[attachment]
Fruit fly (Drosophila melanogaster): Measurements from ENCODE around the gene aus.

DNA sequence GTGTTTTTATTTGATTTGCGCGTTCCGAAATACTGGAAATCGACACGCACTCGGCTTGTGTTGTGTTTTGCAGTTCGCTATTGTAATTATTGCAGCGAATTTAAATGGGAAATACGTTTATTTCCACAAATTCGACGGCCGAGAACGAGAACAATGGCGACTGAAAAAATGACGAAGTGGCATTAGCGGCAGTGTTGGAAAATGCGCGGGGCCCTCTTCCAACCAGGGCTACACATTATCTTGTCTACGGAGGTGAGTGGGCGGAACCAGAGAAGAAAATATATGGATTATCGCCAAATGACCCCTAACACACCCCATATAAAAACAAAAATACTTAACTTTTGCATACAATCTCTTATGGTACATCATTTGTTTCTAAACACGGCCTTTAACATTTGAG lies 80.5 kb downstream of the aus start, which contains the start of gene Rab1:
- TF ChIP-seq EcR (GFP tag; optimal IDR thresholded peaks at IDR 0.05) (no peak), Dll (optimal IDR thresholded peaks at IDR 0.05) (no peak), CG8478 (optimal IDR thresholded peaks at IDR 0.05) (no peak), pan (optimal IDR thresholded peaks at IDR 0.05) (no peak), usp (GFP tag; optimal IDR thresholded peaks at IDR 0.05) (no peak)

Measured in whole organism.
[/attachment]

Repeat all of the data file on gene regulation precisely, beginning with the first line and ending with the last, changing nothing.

Fruit fly (Drosophila melanogaster): Measurements from ENCODE around the gene aus.

DNA sequence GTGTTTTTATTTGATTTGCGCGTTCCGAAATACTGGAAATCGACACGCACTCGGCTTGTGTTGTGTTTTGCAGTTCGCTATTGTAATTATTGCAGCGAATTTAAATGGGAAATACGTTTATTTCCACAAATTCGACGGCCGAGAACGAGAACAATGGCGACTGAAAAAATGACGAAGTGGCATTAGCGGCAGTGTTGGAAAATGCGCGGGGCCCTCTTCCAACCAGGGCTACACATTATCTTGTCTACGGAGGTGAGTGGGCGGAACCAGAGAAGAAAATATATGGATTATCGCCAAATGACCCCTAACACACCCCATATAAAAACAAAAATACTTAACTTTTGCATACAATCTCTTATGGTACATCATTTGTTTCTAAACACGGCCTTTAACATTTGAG lies 80.5 kb downstream of the aus start, which contains the start of gene Rab1:
- TF ChIP-seq EcR (GFP tag; optimal IDR thresholded peaks at IDR 0.05) (no peak), Dll (optimal IDR thresholded peaks at IDR 0.05) (no peak), CG8478 (optimal IDR thresholded peaks at IDR 0.05) (no peak), pan (optimal IDR thresholded peaks at IDR 0.05) (no peak), usp (GFP tag; optimal IDR thresholded peaks at IDR 0.05) (no peak)

Measured in whole organism.